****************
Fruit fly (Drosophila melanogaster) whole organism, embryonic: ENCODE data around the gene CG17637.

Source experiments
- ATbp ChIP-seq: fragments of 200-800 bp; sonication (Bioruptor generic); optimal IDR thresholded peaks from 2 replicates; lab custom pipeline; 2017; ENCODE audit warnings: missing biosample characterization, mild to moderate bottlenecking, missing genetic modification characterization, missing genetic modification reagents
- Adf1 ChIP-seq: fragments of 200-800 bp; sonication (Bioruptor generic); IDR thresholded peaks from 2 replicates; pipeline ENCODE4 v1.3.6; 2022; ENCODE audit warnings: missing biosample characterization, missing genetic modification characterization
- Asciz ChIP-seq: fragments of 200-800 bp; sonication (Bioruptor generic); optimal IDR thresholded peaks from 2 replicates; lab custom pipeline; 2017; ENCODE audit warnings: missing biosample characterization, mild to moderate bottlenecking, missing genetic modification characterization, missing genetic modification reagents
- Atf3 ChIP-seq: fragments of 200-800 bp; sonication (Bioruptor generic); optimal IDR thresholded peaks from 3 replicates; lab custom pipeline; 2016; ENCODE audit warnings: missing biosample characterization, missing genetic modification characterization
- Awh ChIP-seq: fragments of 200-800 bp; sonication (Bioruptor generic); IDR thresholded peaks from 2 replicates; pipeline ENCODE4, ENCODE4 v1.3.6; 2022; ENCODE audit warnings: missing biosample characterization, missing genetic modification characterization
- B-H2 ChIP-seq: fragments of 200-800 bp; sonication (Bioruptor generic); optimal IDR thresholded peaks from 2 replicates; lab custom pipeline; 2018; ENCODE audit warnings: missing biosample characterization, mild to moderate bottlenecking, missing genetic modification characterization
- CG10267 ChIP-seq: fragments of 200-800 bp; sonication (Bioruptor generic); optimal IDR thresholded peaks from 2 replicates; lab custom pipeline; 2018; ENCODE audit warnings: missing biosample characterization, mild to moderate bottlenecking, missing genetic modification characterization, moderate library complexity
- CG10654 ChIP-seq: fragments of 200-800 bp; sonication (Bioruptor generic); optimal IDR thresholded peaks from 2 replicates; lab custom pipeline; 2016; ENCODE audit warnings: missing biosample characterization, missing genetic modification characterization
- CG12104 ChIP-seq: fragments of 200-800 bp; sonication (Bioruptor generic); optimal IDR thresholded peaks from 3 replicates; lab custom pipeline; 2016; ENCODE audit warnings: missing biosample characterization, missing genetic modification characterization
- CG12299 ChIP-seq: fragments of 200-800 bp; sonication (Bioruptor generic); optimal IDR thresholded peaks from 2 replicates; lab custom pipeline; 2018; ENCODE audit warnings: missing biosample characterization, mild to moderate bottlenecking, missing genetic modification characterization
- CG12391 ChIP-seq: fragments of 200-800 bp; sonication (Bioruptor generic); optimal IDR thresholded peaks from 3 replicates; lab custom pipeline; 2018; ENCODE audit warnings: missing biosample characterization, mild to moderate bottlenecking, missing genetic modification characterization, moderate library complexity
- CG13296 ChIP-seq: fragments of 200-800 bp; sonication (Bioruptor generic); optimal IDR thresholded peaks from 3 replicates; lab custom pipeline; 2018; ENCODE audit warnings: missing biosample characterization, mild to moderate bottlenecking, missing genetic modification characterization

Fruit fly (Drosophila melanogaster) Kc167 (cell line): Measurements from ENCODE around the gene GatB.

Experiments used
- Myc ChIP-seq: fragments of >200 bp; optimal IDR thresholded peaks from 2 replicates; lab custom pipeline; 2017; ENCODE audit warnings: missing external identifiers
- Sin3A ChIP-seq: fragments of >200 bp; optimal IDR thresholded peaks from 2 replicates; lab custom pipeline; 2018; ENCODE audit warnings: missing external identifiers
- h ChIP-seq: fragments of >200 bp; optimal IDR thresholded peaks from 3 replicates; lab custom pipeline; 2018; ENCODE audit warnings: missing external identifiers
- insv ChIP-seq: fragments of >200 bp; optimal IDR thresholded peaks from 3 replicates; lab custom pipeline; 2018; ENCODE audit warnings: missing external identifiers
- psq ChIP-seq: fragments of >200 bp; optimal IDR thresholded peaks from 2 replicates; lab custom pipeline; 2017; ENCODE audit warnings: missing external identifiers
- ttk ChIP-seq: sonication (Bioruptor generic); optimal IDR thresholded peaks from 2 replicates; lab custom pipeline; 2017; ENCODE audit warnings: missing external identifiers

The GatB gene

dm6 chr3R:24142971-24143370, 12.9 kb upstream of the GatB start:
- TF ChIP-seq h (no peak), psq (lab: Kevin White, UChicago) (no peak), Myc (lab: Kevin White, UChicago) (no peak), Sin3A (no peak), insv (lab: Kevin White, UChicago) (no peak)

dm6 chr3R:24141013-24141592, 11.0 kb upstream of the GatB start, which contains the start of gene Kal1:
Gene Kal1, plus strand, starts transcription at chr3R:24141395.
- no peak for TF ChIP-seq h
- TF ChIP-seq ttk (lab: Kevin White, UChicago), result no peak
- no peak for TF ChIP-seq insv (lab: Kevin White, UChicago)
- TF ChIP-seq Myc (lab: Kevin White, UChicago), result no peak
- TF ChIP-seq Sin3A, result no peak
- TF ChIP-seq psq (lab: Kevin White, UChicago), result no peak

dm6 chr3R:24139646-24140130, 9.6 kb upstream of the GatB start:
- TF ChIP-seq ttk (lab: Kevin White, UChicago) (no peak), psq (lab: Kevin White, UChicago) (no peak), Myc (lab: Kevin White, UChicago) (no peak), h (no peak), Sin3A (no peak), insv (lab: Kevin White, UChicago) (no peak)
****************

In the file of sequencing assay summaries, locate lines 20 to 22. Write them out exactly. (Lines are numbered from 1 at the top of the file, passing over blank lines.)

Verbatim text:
- insv ChIP-seq: fragments of >200 bp; optimal IDR thresholded peaks from 3 replicates; lab custom pipeline; 2018; ENCODE audit warnings: missing external identifiers
- psq ChIP-seq: fragments of >200 bp; optimal IDR thresholded peaks from 2 replicates; lab custom pipeline; 2017; ENCODE audit warnings: missing external identifiers
- ttk ChIP-seq: sonication (Bioruptor generic); optimal IDR thresholded peaks from 2 replicates; lab custom pipeline; 2017; ENCODE audit warnings: missing external identifiers